3Life-Changing Hearing Aid Advancements

Hearing aid technology continues to evolve and the latest trends include devices with Bluetooth capabilities, devices that are compatible with Apple products and hearing aids containing microcomputers. These aren’t your grandfather’s hearing aids. If you’re still reluctant to take the first step to improved hearing, this list of some of the latest technology trends in hearing aids might change your mind.

LINX hearing aids

Digital Technology

Hearing aid devices that leave the ear canal open are one of the newest and most important changes in hearing aid technology. These devices are small, discreet and fit behind the ear with only a thin wire or tube in the ear canal and allow the wearer to hear low frequencies.

In recent years, a change in hearing aid circuitry design has led to computer chips that can amplify sounds in a variety of ways and adapt to the noise level in a room and whether someone is speaking. This adaptation also makes it easier for those who spend time outside to hear conversations, even if there is wind.

In addition to advances in actual hearing aids, technology is also providing options to those in need of auditory support. The Federal Communications Commission (FCC) has adopted hearing-aid compatibility (HAC) requirements for digital wireless phones, making phones a new type of hearing aid solution.


With recent technological advancements, most major hearing aid companies can now connect their products to Bluetooth technology via a gateway device worn around a user’s neck. While this device is small —about the size of an iPod— it’s not small enough to be incorporated within the hearing aid itself. These devices enable users to better hear their TVs, computers and telephones and because Bluetooth technology is generally short-range, theydo not have to worry about interference from other wireless devices.

Other devices using Bluetooth technology are personal sound amplifier products (PSAP), which amplify sounds in a recreational environment and look like a hybrid of a Bluetooth headset and a hearing aid. These devices are exempt from Food and Drug Administration (FDA) oversight, and can be sold directly to a consumer without seeing a physician. However, PSAPs are limited in who can benefit from their use. Typical PSAP users have normal or near normal hearing.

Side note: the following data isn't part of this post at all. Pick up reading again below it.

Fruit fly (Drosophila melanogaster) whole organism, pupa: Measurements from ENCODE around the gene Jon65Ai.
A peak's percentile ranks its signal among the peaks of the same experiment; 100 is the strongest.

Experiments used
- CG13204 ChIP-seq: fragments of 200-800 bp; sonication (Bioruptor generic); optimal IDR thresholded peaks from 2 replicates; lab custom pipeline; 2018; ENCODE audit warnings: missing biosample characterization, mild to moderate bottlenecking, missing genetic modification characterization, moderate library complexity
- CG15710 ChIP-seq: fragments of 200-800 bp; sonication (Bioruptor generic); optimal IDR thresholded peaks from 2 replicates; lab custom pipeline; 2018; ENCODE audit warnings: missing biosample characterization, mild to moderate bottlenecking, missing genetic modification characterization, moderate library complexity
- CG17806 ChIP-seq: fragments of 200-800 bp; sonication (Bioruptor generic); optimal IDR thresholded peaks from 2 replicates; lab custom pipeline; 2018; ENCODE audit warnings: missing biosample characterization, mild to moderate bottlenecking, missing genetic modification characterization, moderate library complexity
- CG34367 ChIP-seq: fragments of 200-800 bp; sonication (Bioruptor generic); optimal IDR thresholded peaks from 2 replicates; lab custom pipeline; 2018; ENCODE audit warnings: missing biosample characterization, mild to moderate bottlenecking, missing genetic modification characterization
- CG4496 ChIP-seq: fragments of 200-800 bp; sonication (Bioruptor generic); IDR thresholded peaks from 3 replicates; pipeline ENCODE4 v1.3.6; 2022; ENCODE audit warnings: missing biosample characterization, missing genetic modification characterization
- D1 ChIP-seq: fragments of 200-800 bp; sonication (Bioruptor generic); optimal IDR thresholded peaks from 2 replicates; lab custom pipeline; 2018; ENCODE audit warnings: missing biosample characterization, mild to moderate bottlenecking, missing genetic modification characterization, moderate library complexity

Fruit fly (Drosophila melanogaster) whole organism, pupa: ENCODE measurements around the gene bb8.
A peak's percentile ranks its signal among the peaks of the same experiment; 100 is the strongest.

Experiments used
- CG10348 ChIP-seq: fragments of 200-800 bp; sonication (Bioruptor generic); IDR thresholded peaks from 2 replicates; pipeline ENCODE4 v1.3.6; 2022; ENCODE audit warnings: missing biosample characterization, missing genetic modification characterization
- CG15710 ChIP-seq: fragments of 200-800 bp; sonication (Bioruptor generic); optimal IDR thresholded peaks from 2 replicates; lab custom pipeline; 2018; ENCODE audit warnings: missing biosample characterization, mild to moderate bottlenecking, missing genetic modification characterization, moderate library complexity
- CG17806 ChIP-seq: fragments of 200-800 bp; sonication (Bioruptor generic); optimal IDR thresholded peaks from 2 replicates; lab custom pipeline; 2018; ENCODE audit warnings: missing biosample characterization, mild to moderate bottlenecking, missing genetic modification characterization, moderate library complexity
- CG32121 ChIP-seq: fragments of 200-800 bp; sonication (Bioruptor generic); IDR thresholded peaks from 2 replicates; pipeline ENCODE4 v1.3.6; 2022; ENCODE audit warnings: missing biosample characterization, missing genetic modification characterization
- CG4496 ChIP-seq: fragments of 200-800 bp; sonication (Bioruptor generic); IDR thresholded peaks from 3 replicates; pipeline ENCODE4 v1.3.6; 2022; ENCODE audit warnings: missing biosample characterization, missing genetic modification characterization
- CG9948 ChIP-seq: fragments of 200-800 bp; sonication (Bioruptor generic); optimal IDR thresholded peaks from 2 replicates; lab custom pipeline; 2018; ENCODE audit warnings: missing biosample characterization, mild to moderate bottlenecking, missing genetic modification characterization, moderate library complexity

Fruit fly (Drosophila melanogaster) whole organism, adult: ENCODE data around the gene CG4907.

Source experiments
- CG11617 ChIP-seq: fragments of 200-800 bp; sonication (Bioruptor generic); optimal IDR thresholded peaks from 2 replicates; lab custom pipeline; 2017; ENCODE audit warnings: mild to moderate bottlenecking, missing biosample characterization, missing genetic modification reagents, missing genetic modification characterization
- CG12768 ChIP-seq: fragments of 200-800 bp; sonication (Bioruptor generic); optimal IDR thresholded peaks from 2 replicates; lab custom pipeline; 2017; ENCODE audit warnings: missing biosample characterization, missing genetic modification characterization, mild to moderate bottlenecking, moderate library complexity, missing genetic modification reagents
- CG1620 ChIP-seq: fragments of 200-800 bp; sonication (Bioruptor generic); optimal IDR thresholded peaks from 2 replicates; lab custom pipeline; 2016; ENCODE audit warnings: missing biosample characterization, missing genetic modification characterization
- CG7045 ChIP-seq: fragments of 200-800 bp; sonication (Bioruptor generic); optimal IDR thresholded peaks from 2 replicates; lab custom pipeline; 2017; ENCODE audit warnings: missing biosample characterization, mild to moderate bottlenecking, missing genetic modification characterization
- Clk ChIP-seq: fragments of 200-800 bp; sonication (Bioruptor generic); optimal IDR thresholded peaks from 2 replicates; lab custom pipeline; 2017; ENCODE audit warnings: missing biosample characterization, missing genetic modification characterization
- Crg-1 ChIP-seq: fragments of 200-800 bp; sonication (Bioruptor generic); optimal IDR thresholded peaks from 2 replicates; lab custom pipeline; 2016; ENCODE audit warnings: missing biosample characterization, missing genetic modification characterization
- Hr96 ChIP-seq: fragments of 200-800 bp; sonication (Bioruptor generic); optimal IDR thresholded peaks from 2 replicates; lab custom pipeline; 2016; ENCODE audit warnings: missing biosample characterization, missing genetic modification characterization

Hearing aid companies continue to explore and expand this technology to develop more efficient Bluetooth devices, eliminate the intermediary device and introduce compatibility with all types of smartphones. One such technology is Bluetooth Smart, which is currently used by Fitbit and Nike Fuel band gadgets. Advanced Bionics recently released a new sound processor, named Naida, which allows cochlear implants to connect with devices using Bluetooth technology.


GN ReSound, a Danish hearing aid company, has announced the launch of a new hearing aid, named LiNX, which was developed in partnership and is compatible with Apple’s iPhone, iPad and iPod Touch and syncs wirelessly with iOS 7 options for the hearing-impaired.

LiNX performs as cross between a hearing aid and stereo Bluetooth headphones. Phone calls, music, movies, navigation or other audio can be streamed directly to a small earpiece but when audio isn’t pulled from a phone or tablet, the earpiece works like a typical hearing aid amplifying conversations and surrounding sounds.LiNX has other high tech features including a setting called Live Listen.

This feature turns an iOS device into microphone. If the hearing aid wearer is in a loud environment, they can get a stream directly from the smartphone’s microphone to their ears, cutting out background noise. LiNX devices communicate with and can be controlled directly from an Apple mobile device, meaning users don’t have to wear an intermediary device around their neck.

According to the National Institute on Deafness and Other Communication Disorders, more than 36 million people, in the United States have some level of hearing loss. However, only one in five people wear a hearing aid and those needing hearing assistance will wait, on average, eight years before seeing a professional.

With the technological advances in hearing aids, hopefully stereotypes of the large, clunky hearing aids will become a thing of the past, and more individuals will be able to find the hearing device that works best for them with the help of a professional audiologist.

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